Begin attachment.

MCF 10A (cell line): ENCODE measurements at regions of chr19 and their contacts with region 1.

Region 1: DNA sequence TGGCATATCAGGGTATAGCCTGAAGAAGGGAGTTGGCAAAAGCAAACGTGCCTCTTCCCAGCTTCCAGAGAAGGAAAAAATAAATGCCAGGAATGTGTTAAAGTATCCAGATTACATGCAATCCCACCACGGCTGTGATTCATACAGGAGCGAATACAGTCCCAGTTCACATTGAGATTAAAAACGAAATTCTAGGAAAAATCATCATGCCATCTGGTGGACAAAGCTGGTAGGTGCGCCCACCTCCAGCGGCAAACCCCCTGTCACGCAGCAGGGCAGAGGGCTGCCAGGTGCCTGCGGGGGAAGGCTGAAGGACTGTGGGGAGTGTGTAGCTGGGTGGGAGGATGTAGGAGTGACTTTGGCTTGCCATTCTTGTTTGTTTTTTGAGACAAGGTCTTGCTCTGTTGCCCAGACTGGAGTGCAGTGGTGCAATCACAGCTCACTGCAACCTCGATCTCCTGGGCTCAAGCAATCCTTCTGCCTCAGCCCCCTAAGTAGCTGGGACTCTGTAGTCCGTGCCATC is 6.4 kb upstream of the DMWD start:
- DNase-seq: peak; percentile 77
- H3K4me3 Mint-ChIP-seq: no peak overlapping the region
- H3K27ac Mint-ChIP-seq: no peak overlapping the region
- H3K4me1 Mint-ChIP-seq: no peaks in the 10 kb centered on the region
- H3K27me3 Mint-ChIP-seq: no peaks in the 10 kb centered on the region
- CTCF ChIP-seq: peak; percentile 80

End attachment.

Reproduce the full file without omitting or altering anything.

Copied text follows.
MCF 10A (cell line): ENCODE measurements at regions of chr19 and their contacts with region 1.

Region 1: DNA sequence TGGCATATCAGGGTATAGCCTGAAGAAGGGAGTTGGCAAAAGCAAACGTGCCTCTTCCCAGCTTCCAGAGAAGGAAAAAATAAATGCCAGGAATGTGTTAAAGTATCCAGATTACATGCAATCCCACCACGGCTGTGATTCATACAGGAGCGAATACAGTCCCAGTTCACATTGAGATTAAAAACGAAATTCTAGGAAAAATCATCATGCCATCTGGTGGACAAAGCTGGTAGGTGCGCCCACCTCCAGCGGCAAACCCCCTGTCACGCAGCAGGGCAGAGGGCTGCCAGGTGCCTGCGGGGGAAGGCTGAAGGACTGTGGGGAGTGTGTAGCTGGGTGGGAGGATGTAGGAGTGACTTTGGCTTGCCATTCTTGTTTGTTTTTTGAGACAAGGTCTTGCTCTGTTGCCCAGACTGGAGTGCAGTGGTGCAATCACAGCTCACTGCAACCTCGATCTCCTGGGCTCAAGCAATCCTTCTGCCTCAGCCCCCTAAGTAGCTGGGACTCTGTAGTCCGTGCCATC is 6.4 kb upstream of the DMWD start:
- DNase-seq: peak; percentile 77
- H3K4me3 Mint-ChIP-seq: no peak overlapping the region
- H3K27ac Mint-ChIP-seq: no peak overlapping the region
- H3K4me1 Mint-ChIP-seq: no peaks in the 10 kb centered on the region
- H3K27me3 Mint-ChIP-seq: no peaks in the 10 kb centered on the region
- CTCF ChIP-seq: peak; percentile 80